Last Friday, I was given an introduction to Black Iron Inc (TSE: BKI) by its chief executive officer (CEO), Matt Simpson.
Matt was trained as a chemical engineer and has worked in the mining sector for more than 20 years. Starting his career with Hatch before moving to mining major Rio Tinto, where he was a mine manager for the Iron Ore Company of Canada, he has been with Black Iron for around 10 years, leading its initial public offering on the Toronto Stock Exchange, and after 10 years of hard work, he has the company positioned in an interesting place.
Now to be perfectly honest, to say I went into this call feeling sceptical would be an understatement. In my 10 years as an analyst I am not sure I have seen a single junior iron ore play that I would want to invest in, but as it's an area I don’t have a huge knowledge base of, it felt like it would be a good opportunity to learn more about the iron ore space, so I went ahead with the call, and I’m glad I did.
Right from the outset, Matt’s investment case for the company and the Shymanivske project was clear, and he converted me from sceptic to an interested party over the course of our call.
These are the key points that I found very interesting:
Infrastructure: for any bulk company it’s the high cost of the infrastructure that can kill the project if it’s a junior behind it. Railways, grid-power, roads and ports, all cost huge sums and give bulk projects a high upfront capital expenditure (capex) that can make it un-fundable for a junior. Black Iron is located just two kilometres (km) from a railway, 30km from grid-power, and has access to five ports located between 230km and 430km from the proposed mine.
Capex: the low infrastructure requirement for Shymanivske has a knock-on effect on the capex for the project, just US$436mln for stage 1 and US$312mln for stage 2, which gives the project a capital intensity per tonne (t) of annual production of just US$95/t, which is the second-lowest of any project currently in development.
Margin: bulk commodities tend to be low-margin, which means juniors also tend to struggle when prices are low. Black Iron is expecting to produce a concentrate that contains a 68% iron concentrate, which sells for a US$18/t to US$40/t premium compared to a standard 62% iron concentrate. Added to this, the low-cost nature of the workforce means the project lies at the lowest-end of the cost curve. As a result, Black Iron produces a low-cost but high-value product, giving it a significant margin advantage over other iron ore projects.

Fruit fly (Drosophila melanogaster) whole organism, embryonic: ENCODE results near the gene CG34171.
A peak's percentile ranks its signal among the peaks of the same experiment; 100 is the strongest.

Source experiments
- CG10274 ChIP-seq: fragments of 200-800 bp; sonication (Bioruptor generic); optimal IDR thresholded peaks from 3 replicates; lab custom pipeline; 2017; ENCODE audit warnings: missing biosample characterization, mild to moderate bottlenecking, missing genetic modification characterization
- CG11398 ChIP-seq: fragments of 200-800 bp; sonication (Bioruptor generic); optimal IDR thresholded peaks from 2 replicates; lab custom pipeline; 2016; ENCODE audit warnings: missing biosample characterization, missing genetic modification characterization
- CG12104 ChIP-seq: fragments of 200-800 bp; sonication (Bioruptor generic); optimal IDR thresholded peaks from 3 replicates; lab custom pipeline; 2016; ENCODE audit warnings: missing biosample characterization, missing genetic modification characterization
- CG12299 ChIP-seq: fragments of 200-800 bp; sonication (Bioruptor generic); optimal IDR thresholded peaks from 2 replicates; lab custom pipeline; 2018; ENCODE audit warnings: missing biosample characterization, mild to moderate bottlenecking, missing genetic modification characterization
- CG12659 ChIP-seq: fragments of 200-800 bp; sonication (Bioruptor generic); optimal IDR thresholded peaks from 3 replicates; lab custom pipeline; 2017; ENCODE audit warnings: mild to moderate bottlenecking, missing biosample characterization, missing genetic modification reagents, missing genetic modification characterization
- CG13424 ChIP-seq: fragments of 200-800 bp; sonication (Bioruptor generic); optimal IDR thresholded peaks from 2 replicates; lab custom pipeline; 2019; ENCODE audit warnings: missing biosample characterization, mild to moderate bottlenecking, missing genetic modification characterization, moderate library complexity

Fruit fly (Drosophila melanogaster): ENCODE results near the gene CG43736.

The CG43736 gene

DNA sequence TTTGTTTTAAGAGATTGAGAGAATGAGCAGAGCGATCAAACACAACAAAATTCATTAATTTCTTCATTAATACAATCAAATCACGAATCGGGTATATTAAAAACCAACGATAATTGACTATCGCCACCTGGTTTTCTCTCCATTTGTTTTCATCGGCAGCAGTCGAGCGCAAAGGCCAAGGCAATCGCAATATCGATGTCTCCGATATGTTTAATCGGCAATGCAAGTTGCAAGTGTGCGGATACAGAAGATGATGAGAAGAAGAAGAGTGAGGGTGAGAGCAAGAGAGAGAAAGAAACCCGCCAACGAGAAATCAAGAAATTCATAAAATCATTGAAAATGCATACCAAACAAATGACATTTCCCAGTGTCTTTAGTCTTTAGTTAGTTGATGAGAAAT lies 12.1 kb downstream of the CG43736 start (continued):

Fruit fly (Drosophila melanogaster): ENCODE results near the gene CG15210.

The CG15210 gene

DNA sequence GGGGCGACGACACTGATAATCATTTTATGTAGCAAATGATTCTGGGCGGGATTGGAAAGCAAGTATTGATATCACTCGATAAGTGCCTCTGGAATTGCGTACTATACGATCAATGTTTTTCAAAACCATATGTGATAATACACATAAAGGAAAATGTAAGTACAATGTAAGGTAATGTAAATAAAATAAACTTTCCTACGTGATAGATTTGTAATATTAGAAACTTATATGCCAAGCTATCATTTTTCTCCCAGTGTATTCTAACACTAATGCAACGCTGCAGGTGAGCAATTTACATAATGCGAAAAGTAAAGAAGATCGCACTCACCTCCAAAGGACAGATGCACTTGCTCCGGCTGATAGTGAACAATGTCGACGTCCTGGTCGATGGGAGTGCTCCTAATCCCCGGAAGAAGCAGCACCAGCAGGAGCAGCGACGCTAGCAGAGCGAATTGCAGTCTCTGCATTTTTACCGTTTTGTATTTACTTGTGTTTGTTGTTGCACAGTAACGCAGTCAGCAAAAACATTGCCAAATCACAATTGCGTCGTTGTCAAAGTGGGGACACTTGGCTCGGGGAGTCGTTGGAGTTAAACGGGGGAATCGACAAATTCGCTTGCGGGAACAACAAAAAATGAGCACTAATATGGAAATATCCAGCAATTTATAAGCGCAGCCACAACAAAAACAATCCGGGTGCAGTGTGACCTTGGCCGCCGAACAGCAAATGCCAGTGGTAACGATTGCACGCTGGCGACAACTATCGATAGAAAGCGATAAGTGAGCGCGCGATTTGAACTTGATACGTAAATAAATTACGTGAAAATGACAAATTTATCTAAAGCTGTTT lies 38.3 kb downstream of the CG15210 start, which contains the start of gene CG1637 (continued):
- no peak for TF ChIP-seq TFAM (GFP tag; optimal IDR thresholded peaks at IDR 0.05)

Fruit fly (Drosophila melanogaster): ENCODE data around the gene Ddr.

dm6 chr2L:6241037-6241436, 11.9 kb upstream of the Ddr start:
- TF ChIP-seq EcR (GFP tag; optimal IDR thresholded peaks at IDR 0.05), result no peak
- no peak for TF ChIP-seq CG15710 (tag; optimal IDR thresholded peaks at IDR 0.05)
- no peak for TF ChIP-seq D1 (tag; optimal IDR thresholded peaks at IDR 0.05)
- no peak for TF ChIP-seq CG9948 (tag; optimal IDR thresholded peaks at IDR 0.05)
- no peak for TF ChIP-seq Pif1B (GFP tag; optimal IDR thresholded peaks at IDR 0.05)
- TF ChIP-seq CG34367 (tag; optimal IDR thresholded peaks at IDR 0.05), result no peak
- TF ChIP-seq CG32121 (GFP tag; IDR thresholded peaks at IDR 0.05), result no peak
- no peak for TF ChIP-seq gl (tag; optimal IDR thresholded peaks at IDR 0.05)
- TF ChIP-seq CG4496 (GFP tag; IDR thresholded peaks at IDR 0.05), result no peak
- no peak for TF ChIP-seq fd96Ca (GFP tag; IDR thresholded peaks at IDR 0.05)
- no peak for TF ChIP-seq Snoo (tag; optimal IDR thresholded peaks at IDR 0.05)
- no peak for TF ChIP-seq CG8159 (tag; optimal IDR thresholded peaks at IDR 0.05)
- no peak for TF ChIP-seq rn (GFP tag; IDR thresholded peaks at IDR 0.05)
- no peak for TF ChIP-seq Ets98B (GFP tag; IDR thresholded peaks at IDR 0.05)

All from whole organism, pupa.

Funding: always key for any junior looking to move a mine from development into production. Black Iron has received expressions of interest from European banks and export credit agencies for US$250mln to US$300mln of debt for the stage 1 development. In addition, two Asian based construction companies have expressed interest in investing US$50mln of in-kind equity in exchange for being awarded the construction contract. Finally, Black Iron also has a memorandum of understanding MoU for an offtake and equity investment agreement with Glencore and the capex for stage 2 could be funded from the cash flow from stage 1. Given this, the company could be able to fund the project even at its low market valuation.
A compelling case but not without risk
These key points make for a compelling investment case for Black Iron but there is still some risk, which is perhaps part of the reason the company has such a low market valuation of C$14mln.
For me the jurisdiction is an unknown, I have never looked at Ukraine as an investment destination so I need to do some more homework on that to fully assess how much of a risk the country is, though I note its rankings on the World Bank Ease of Doing Business Index has been improving year-on-year since 2012.
Secondly, while the company has some great sources of funding lined up, they are not signed up. So, there remains a risk that the project may not be funded but with such a low market valuation the overall risk-reward balance for Black Iron looks favourable.